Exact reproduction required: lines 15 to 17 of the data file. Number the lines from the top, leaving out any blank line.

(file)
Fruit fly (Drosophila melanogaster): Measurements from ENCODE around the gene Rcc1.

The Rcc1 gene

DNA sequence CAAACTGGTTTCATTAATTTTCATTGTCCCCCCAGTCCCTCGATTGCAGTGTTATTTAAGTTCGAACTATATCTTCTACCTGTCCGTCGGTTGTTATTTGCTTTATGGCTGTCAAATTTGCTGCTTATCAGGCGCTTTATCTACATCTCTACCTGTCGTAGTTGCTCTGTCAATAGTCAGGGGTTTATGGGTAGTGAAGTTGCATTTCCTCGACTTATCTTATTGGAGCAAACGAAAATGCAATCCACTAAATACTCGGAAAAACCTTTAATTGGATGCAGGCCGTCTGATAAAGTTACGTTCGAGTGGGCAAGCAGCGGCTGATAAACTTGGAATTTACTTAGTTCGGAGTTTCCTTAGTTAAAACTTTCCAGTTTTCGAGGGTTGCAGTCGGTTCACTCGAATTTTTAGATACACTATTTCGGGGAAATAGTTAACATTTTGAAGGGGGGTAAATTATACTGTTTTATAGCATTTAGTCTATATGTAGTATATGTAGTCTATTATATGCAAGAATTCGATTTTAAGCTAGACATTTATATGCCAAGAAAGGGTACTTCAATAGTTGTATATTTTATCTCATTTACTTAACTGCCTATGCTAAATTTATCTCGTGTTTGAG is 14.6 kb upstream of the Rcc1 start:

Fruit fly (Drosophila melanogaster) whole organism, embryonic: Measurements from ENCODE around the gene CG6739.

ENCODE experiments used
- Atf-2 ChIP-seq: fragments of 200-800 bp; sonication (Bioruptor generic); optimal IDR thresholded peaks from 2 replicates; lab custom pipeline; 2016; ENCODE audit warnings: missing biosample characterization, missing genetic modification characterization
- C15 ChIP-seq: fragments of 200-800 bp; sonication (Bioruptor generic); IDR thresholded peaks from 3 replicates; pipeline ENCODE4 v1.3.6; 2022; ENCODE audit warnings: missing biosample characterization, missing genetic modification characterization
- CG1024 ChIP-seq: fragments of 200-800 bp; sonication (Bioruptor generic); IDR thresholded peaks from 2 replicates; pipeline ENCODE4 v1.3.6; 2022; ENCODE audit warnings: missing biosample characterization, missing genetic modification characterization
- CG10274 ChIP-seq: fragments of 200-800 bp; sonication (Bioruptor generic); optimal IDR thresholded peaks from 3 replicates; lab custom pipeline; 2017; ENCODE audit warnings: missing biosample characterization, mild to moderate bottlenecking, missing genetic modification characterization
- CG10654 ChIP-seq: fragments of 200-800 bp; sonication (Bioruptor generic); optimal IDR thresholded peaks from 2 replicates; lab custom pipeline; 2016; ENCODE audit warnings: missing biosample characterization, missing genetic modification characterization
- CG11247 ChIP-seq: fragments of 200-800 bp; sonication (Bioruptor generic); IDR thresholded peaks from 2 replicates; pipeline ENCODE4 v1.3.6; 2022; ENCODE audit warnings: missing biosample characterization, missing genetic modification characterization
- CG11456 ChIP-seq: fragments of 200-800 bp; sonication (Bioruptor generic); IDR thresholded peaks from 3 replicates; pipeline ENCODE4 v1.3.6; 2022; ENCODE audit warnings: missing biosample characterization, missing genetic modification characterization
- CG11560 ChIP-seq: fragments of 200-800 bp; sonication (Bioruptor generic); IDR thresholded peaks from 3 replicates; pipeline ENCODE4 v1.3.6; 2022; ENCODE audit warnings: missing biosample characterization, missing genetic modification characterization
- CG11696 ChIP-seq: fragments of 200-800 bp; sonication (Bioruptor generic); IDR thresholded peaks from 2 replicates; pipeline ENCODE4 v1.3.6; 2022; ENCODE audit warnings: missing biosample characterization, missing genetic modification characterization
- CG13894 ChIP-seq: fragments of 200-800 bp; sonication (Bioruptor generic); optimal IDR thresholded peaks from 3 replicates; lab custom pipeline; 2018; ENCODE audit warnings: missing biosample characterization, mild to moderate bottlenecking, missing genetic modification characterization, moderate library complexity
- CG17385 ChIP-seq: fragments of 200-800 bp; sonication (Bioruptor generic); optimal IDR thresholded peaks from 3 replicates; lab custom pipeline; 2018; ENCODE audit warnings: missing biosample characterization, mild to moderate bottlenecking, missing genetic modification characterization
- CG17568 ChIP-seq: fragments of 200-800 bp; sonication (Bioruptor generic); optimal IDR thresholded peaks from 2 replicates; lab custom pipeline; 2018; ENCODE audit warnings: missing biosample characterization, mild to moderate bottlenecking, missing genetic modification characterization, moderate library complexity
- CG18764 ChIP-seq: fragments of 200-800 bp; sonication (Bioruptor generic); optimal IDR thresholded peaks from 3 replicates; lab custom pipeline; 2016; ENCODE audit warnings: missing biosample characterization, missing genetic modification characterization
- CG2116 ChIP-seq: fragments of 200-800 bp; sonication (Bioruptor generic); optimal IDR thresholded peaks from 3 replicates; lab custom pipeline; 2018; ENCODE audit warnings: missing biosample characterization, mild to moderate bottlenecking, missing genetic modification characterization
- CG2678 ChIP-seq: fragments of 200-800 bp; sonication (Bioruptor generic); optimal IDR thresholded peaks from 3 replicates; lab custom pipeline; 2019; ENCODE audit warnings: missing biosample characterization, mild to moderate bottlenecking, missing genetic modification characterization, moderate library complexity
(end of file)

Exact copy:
- CG13894 ChIP-seq: fragments of 200-800 bp; sonication (Bioruptor generic); optimal IDR thresholded peaks from 3 replicates; lab custom pipeline; 2018; ENCODE audit warnings: missing biosample characterization, mild to moderate bottlenecking, missing genetic modification characterization, moderate library complexity
- CG17385 ChIP-seq: fragments of 200-800 bp; sonication (Bioruptor generic); optimal IDR thresholded peaks from 3 replicates; lab custom pipeline; 2018; ENCODE audit warnings: missing biosample characterization, mild to moderate bottlenecking, missing genetic modification characterization
- CG17568 ChIP-seq: fragments of 200-800 bp; sonication (Bioruptor generic); optimal IDR thresholded peaks from 2 replicates; lab custom pipeline; 2018; ENCODE audit warnings: missing biosample characterization, mild to moderate bottlenecking, missing genetic modification characterization, moderate library complexity